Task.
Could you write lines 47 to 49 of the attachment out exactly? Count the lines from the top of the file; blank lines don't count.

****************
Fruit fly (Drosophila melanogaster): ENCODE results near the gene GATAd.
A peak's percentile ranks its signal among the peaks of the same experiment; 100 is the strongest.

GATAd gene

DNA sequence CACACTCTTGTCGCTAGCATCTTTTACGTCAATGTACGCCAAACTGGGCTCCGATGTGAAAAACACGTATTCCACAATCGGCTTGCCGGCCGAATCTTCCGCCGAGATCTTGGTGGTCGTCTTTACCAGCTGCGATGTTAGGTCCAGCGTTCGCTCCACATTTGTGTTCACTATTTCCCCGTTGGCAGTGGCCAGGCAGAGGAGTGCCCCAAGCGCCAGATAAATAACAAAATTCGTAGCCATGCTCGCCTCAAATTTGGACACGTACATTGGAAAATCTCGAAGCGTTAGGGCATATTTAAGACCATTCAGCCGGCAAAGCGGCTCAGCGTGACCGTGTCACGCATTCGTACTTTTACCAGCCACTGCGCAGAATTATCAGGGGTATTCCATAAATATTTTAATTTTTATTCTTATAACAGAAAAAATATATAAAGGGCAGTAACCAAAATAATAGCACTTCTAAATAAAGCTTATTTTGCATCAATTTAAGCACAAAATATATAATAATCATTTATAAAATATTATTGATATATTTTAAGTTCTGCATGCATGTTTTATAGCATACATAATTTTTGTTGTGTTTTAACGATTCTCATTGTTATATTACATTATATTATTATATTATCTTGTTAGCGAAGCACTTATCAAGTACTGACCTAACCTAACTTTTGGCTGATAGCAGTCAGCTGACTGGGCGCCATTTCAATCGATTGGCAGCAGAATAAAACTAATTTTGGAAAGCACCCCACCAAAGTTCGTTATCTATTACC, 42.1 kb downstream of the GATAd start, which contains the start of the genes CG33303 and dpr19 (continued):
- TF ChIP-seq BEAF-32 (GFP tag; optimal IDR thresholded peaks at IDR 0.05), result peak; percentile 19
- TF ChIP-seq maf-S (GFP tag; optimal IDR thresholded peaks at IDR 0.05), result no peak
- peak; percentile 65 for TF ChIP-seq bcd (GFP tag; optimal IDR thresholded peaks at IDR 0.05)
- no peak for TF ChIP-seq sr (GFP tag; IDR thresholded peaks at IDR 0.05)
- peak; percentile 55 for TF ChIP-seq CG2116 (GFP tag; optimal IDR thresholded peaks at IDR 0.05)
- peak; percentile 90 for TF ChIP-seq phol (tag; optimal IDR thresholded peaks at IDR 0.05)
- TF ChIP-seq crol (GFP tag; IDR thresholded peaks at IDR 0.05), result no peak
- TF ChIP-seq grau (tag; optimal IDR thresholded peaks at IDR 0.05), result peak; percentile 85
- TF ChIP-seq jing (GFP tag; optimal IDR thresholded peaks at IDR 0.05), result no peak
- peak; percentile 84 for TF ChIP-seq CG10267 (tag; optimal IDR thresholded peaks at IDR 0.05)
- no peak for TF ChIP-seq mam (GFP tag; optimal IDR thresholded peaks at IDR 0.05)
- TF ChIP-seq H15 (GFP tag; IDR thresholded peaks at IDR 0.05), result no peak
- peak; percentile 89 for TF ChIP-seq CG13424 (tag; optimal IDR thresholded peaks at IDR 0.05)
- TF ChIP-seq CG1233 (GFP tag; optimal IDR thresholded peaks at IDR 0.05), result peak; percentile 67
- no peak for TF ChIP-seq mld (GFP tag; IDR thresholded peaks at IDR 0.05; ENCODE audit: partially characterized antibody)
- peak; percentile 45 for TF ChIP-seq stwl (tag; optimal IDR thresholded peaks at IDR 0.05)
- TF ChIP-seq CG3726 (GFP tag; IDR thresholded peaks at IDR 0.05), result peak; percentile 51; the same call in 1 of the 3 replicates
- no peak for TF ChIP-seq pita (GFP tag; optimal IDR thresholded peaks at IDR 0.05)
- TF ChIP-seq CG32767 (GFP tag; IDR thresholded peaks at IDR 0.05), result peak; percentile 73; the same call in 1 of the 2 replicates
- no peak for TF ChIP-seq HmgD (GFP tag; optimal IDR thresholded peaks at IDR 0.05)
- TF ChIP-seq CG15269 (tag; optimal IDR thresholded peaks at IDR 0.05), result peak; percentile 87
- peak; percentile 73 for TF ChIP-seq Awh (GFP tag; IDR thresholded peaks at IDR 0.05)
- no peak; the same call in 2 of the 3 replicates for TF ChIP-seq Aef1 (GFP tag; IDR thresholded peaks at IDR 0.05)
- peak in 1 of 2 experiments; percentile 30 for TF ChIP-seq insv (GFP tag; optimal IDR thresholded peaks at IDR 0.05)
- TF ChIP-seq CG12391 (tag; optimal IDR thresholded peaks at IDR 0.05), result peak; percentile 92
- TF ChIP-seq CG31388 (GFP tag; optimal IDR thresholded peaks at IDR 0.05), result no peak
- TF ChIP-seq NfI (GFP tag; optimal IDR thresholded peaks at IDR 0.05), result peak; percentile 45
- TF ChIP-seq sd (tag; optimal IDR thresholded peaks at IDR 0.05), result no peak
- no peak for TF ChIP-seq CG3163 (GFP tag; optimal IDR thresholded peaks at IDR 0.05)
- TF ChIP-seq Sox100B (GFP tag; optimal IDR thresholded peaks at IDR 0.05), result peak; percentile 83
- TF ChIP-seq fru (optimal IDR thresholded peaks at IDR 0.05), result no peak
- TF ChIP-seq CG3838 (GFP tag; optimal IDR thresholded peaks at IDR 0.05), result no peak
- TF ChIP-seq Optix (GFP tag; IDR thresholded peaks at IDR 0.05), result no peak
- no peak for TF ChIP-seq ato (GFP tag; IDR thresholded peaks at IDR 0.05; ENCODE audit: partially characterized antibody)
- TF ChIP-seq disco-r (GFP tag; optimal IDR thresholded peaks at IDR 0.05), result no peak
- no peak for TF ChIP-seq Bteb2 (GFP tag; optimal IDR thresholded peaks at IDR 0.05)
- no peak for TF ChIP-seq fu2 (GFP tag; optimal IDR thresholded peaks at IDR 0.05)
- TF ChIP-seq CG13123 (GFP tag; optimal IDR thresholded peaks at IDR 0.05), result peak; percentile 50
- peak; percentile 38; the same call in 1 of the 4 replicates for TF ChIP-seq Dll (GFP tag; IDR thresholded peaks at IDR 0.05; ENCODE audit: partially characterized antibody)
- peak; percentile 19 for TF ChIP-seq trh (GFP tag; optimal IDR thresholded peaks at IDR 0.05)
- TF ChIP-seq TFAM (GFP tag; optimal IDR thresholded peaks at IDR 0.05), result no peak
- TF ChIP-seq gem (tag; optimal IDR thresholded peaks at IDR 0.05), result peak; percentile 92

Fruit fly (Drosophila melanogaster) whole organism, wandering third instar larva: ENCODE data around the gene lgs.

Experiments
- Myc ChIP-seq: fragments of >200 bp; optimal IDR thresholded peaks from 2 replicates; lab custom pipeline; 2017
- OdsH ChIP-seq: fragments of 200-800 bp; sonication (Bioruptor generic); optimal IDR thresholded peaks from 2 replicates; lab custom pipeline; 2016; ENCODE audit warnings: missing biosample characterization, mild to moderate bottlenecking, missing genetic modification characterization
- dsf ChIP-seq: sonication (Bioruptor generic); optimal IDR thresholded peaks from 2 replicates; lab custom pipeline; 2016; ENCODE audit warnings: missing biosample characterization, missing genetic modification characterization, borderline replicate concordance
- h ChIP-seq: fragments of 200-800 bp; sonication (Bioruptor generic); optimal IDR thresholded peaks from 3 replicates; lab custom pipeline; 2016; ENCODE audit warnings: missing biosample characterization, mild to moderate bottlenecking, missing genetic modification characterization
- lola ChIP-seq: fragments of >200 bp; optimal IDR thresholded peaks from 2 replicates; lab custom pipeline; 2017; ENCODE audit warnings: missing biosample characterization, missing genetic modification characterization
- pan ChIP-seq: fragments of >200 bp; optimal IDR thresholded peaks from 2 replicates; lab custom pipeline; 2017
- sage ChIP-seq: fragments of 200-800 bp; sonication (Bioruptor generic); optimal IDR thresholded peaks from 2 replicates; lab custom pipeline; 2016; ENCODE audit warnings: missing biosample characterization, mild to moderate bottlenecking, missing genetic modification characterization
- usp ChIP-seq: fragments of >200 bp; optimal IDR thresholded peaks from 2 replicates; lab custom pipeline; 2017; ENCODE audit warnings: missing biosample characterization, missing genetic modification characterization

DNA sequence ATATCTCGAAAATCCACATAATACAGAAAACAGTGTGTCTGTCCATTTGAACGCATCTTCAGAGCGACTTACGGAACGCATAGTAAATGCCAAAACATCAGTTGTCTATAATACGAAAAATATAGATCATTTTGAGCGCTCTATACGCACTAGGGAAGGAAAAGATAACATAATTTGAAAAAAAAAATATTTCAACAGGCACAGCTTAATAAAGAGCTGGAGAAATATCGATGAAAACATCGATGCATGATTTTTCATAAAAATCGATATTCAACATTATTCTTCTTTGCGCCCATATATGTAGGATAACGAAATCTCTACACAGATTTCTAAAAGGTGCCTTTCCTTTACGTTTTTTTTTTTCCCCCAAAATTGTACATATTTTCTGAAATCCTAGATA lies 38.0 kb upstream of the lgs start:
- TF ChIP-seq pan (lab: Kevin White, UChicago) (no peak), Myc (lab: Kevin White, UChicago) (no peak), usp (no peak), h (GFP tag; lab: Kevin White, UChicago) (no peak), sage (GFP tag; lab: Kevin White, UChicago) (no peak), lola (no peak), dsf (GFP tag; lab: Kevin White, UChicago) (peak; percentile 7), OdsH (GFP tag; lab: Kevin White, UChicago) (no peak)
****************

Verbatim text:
Fruit fly (Drosophila melanogaster) whole organism, wandering third instar larva: ENCODE data around the gene lgs.

Experiments
- Myc ChIP-seq: fragments of >200 bp; optimal IDR thresholded peaks from 2 replicates; lab custom pipeline; 2017